How—and Why—to Invest in the Dow
The Dow seems to prove that a reasonably diversified portfolio of 30 stocks will perform close to the broad market.
After 123 years, has the Dow Jones industrial average finally become obsolete? It pains me to think so. My fondness for the index can be traced to a book I coauthored 20 years ago called Dow 36,000, but today’s Dow is not the same as the Dow of 1999. [Editor’s Note: Read Knight Kiplinger’s 2011 take—Dow 36,000 Revisited —on James Glassman’s book, more than a decade after it was published.] More than half of the stocks have been replaced. Even so, the adjustments fail to reflect a U.S. economy dramatically changed by the internet. Where is Amazon.com (symbol AMZN, $1,870)? Where is Facebook (FB, $181)? Where is Alphabet (GOOGL, $1,086), alias Google? Not in the Dow. (Stocks I like are in bold; prices are as of June 14.)
Let’s face it: The Dow has always been weird. Unlike the Nasdaq, Standard & Poor’s 500-stock index and nearly all other indexes, the Dow weights its component stocks by price rather than by market capitalization, which is share price times shares outstanding. A stock’s price is almost completely arbitrary. If I start a company and want to raise $100 million in equity, I can issue 1 million shares and price each at $100, or I can issue 10 million shares and price each at $10.
Basing an index on share prices can produce serious distortions. Of the 30 stocks that make up the Dow, Boeing (BA) has by far the most influence on the value of the index because its stock costs by far the most: $347 per share. Verizon Communications (VZ) has a market cap that is 23% greater than Boeing’s, but Verizon’s share price is $58, so it has about one-sixth of Boeing’s impact on the overall value of the Dow. If Boeing rises 10%, the Dow goes up more than 200 points; if Verizon rises 10%, the index goes up less than 40. Between March 1 and June 3 of this year, the Dow dropped 700 points. The decline in Boeing’s stock over the period essentially accounted for the entire decline in the index. The other 29 stocks were, on average, flat.
Which Stocks Are in the Dow?
The Dow’s membership criteria are, to say the least, vague. S&P Dow Jones Indices, which owns and manages the index, says: “A stock typically is added only if the company has an excellent reputation, demonstrates sustained growth and is of interest to a large number of investors.... Changes to the indices are made on an as-needed basis.” Decisions are made by a committee of three representatives from S&P and two from the Wall Street Journal, which is owned by Dow Jones (Charles Dow, who invented the index, was the first editor of the Journal).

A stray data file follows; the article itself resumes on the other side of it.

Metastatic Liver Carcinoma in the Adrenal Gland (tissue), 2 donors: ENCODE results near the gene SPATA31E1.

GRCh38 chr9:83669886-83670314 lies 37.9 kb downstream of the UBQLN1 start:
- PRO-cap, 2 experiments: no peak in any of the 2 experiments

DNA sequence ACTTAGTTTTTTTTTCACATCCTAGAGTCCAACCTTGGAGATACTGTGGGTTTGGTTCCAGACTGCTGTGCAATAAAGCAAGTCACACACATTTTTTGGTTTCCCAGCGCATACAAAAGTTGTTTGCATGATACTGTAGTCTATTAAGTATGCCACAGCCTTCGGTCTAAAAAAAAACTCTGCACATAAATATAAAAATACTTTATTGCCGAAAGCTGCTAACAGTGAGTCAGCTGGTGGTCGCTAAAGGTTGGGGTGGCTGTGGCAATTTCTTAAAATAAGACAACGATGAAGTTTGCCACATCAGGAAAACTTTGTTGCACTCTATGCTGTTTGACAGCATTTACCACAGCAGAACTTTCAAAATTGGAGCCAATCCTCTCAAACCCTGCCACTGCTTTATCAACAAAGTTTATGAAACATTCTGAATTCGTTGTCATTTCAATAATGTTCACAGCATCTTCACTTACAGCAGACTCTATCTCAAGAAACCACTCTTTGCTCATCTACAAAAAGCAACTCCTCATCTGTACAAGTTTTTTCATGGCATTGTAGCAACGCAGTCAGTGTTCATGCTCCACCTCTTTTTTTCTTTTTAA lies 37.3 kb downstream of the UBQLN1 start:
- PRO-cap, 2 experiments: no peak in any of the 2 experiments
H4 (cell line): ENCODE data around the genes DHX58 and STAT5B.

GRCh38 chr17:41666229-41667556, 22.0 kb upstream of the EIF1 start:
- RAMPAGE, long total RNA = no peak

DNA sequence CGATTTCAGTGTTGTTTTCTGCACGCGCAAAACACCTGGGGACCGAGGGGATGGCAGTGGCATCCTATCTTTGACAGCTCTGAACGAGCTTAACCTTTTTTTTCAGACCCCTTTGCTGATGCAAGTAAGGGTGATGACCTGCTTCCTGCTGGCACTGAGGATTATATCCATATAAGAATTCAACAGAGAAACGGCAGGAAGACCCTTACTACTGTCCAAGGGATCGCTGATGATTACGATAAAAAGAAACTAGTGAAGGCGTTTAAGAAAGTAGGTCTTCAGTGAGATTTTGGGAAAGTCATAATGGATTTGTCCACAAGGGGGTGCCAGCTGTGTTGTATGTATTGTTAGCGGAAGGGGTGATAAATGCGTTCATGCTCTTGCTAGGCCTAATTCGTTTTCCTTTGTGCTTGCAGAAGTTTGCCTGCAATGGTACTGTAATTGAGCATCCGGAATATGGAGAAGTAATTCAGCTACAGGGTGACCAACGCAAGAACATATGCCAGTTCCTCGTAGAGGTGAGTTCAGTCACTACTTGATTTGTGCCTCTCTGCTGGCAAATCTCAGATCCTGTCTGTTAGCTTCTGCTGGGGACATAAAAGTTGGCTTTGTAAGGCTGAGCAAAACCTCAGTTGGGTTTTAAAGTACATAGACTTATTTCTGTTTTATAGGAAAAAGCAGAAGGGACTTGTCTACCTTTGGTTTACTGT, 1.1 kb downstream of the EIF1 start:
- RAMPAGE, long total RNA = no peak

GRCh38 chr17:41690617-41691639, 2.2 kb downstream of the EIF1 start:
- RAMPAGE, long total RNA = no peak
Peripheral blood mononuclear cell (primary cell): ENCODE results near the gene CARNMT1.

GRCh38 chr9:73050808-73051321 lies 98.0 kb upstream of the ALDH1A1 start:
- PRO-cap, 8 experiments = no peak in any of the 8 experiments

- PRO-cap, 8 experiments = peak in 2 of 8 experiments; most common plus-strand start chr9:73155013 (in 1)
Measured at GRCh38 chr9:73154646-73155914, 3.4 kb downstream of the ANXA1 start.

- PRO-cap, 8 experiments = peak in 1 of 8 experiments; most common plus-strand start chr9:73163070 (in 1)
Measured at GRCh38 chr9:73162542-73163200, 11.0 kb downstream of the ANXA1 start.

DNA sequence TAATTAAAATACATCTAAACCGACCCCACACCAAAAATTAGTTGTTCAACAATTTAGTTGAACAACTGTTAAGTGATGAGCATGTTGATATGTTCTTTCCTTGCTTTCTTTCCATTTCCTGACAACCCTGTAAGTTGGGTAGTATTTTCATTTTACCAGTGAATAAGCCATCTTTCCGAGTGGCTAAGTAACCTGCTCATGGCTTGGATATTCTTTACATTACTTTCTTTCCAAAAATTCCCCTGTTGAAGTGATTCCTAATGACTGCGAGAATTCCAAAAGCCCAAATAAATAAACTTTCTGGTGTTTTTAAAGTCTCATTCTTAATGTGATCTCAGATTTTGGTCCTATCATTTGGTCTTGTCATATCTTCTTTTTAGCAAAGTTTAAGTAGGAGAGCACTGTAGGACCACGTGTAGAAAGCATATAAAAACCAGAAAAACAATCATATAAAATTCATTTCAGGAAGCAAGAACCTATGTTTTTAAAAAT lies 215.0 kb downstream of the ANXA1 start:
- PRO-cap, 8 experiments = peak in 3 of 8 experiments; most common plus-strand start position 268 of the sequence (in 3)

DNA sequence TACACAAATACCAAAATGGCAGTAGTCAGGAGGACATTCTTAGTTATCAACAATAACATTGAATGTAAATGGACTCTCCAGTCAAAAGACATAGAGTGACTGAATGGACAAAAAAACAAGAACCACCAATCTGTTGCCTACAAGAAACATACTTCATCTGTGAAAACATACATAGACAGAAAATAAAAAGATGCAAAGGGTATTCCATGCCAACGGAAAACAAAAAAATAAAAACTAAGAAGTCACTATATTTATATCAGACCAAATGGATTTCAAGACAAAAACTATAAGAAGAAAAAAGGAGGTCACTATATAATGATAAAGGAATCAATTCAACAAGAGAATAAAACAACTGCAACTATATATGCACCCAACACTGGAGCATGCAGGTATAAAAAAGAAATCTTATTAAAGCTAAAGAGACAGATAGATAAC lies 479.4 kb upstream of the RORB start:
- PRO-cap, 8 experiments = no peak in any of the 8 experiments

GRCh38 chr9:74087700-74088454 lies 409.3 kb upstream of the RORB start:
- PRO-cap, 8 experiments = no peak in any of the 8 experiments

Terms such as “excellent reputation” and “as needed” sound quaint, and, indeed, the Dow has the air of a wood-paneled gentleman's club, admitting new members with proper social standing while showing the door to those who haven’t measured up. The last company to be expelled was General Electric (GE), a year ago; it was replaced by Walgreens Boots Alliance (WBA), the drugstore chain. GE was the only firm left from the 12 in Charles Dow's original index. Changes to the DJIA come in spurts—four firms on one day in 1997, four in 1999, three in 2004 and three in 2013. We may be due for another upheaval.
If Amazon were in the Dow, it would account for about half the movement of the index.
The current list of 30 stocks is distinguished as much by who isn’t on it as by who is. Of the seven largest companies by market cap listed on U.S. exchanges, only two—Apple (AAPL) and Microsoft (MSFT)—are in the Dow.
The membership committee, like that for any tony club, does not explain its decisions. But it’s clear that as long as it is price-weighted, the Dow will not admit Amazon, which goes for $1,870 a share. If Amazon were in the Dow, it would account for about half the movement of the index. Nor will Berkshire Hathaway (BRK.B) make the list, even with its less-pricey B shares trading at $205 each. Berkshire pays no dividends, and although the Dow has no official dividend rule, all 30 of its components make regular payouts.